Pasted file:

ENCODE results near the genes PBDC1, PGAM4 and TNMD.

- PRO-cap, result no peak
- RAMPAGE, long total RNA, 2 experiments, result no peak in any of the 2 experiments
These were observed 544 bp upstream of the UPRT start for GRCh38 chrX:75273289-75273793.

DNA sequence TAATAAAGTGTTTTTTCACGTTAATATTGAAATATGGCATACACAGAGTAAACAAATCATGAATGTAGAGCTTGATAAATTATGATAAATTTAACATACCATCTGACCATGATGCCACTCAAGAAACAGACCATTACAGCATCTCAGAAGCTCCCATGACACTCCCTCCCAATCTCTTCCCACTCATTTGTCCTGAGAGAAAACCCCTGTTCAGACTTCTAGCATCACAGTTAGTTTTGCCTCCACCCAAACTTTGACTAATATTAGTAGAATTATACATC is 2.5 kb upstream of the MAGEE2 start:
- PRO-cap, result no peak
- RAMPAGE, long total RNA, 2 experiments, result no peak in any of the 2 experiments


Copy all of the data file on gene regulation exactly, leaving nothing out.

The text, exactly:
ENCODE results near the genes PBDC1, PGAM4 and TNMD.

- PRO-cap, result no peak
- RAMPAGE, long total RNA, 2 experiments, result no peak in any of the 2 experiments
These were observed 544 bp upstream of the UPRT start for GRCh38 chrX:75273289-75273793.

DNA sequence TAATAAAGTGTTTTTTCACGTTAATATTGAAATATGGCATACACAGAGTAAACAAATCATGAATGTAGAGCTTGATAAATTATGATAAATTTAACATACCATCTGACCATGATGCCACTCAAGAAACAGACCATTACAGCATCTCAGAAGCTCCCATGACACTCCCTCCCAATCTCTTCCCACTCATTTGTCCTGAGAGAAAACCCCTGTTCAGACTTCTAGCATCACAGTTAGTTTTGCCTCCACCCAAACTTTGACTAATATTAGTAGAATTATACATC is 2.5 kb upstream of the MAGEE2 start:
- PRO-cap, result no peak
- RAMPAGE, long total RNA, 2 experiments, result no peak in any of the 2 experiments